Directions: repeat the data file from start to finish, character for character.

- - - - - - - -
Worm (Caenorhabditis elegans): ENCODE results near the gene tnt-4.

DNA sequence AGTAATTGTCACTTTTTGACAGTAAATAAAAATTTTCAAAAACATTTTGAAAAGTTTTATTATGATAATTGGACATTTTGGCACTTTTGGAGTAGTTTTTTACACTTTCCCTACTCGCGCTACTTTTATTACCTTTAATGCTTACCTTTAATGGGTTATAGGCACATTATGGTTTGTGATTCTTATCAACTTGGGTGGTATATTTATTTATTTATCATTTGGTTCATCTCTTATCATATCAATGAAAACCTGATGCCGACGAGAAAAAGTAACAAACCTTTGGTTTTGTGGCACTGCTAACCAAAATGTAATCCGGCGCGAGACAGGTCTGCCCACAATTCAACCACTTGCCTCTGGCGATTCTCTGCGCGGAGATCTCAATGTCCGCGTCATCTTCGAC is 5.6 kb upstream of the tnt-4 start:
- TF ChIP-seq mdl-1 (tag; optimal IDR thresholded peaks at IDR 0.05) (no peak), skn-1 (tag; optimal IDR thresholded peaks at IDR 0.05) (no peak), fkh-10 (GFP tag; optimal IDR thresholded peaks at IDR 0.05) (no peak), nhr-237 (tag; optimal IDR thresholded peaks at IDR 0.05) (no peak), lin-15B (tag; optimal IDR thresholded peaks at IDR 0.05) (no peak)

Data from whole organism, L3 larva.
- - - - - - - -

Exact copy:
Worm (Caenorhabditis elegans): ENCODE results near the gene tnt-4.

DNA sequence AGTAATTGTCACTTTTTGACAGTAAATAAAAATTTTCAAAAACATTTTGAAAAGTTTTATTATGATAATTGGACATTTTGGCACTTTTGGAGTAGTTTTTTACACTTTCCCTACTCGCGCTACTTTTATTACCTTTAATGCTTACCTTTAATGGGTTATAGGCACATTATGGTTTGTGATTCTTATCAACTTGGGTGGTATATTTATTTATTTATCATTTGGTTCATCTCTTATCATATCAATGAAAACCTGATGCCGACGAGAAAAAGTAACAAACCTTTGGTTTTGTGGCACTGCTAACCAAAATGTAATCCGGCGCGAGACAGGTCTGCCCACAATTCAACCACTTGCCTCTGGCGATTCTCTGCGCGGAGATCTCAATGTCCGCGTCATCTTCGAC is 5.6 kb upstream of the tnt-4 start:
- TF ChIP-seq mdl-1 (tag; optimal IDR thresholded peaks at IDR 0.05) (no peak), skn-1 (tag; optimal IDR thresholded peaks at IDR 0.05) (no peak), fkh-10 (GFP tag; optimal IDR thresholded peaks at IDR 0.05) (no peak), nhr-237 (tag; optimal IDR thresholded peaks at IDR 0.05) (no peak), lin-15B (tag; optimal IDR thresholded peaks at IDR 0.05) (no peak)

Data from whole organism, L3 larva.